I have a tendency to avoid really popular books. This is something I suppose I should change if I ever become a full-time gymnasium English teacher, but for now I read for enjoyment and for professional development. The Absolutely True Diary of a Part-Time Indian definitely qualifies as “really popular.” But once in a while all of the hype and praise makes me curious, so when I saw it in the teen section of my local library, I knew that I had to see if it was any good.
Author: Sherman Alexie
My GoodReads rating: 4 stars
Average GoodReads rating: 4.11 stars
Language scaling: B1+
Plot summary: Junior tells the story of his first year at an all-white high school outside the Spokane reservation, complete with cartoon illustrations.
Recommended audience: This is marketed as a young adult book, but I think adults can enjoy it as much as teenagers.
In-depth thoughts: My only previous experience with Sherman Alexie was “This is What it Means to Say Phoenix, Arizona” and the movie Smoke Signals. It was homework for my freshman year creative writing workshop. Our assignment was to read the story, watch the movie, and then write about the differences between the two. I don’t remember much about either the story or the movie except that I wasn’t particularly blown away by either of them. That’s probably part of why I put off reading Absolutely True Diary of a Part-Time Indian for so long.
Whatever was distant, disconnected, and impersonal for me in “This is What it Means to Say Phoenix, Arizona” and Smoke Signals was immediate and personal for me in Absolutely True Diary of a Part-Time Indian. Maybe it has something to do with the universality of high school experience? Even if I’ve never been the only Native student in a white, wealthy high school, I’ve often felt like the only something in high school. Maybe it was Junior’s distinctive voice. Maybe it was just my mood. Whatever.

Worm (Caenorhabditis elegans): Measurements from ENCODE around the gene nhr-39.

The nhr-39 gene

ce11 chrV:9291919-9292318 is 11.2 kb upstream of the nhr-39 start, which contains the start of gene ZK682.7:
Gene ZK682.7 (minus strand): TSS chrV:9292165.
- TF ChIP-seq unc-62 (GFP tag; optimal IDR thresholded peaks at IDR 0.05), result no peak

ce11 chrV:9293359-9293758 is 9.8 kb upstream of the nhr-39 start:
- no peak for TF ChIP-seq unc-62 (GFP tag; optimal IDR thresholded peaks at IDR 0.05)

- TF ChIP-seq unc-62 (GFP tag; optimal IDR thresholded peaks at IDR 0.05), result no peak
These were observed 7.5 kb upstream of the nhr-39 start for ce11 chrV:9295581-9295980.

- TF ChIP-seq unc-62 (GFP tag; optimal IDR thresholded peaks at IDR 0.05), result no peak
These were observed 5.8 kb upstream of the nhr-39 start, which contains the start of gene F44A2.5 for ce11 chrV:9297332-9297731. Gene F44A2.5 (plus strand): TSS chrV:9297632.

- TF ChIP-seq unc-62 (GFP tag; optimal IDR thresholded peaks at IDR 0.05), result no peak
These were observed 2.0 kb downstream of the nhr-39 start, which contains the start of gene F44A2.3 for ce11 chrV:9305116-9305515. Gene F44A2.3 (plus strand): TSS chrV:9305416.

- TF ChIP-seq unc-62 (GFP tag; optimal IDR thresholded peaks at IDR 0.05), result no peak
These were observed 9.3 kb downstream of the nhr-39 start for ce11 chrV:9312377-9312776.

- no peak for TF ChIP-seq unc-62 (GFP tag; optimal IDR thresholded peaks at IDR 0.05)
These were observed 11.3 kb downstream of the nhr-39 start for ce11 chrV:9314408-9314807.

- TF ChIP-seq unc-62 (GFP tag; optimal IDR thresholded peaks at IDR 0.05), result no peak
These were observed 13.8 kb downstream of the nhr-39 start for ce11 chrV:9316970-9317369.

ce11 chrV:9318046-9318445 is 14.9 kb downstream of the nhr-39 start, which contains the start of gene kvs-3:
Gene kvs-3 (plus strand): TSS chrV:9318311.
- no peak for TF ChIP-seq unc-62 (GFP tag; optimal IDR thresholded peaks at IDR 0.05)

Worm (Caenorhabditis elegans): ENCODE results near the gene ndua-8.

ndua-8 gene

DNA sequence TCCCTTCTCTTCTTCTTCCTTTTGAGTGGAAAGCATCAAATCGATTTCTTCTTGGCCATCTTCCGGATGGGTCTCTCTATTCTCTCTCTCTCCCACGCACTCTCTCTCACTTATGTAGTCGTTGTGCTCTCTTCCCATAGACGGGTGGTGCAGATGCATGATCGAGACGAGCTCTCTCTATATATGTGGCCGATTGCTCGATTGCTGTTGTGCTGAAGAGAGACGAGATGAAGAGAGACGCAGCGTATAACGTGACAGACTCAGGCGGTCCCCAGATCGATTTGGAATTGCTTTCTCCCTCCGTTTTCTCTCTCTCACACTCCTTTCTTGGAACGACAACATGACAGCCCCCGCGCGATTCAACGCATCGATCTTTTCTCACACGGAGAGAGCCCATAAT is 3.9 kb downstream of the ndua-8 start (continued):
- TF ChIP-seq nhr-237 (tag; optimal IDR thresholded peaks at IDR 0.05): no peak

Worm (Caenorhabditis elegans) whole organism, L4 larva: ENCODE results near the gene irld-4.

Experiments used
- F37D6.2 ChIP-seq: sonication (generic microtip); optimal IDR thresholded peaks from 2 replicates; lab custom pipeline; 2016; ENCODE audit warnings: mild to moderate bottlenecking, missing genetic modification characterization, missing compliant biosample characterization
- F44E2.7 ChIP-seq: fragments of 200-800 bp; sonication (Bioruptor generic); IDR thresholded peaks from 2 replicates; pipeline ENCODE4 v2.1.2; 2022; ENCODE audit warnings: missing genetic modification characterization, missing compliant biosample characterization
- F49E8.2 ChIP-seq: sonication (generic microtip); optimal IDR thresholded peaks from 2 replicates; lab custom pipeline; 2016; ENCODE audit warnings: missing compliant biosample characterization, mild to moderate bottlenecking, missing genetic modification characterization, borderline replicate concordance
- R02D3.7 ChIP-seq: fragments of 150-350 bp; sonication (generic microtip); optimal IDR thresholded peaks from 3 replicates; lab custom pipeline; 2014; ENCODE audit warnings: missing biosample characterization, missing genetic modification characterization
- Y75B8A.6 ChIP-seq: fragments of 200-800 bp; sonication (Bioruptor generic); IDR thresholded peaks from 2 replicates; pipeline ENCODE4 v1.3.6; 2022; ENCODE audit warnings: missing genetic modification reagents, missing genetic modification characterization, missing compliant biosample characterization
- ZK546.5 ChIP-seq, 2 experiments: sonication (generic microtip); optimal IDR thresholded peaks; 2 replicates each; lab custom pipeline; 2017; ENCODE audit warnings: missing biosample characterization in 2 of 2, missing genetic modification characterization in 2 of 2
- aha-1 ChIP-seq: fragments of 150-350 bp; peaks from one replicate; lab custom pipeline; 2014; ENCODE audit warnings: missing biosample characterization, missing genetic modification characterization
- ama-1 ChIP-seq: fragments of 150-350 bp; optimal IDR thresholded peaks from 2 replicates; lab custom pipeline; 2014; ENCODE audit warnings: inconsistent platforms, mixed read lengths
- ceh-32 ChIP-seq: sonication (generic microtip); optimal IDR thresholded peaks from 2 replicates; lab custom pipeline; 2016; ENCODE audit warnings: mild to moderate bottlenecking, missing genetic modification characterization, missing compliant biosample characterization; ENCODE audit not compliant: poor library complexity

The illustrations are a nice touch. It has something of a Diary of a Wimpy Kid feel, though not nearly so heavy on the “attempting to look like an actual diary” aspect.
I’ve been a fan of graphic novels for a while, now. Fortunately they seem to be undergoing a renaissance of sorts, making it easy to find something to suit your tastes. It’s not just tights and capes!
Moreover, graphic novels are a really great resource for EFL students. Especially ones that aren’t already bookworms to begin with. This One Summer is one that I’ve been meaning to read for a while, so I was pleasantly surprised to see it in the teenage section of my local branch of the Stockholm Public Library.
Author: Mariko Tamaki
Artist: Jillian Tamaki
My GoodReads Rating: 3 stars
Average GoodReads rating: 3.65 stars
Language level: A2/B1+
Plot summary: Rose and her family are on vacation in the lake town of Awago, something they’ve done since Rose was 5. Rose and her friend Windy watch slasher movies, go swimming in the lake, and watch teenage and adult drama unfold around them.
Recommended audience:This One Summer is marketed as a Young Adult novel, but I think there’s a lot in here for adults to relate to. We were all teenagers once! The language is relatively simple but there is a lot of slang, which might throw some readers off. There’s also some profanity. The story focuses more on characters than on plot, so it’s not for people who prefer a lot of action and story.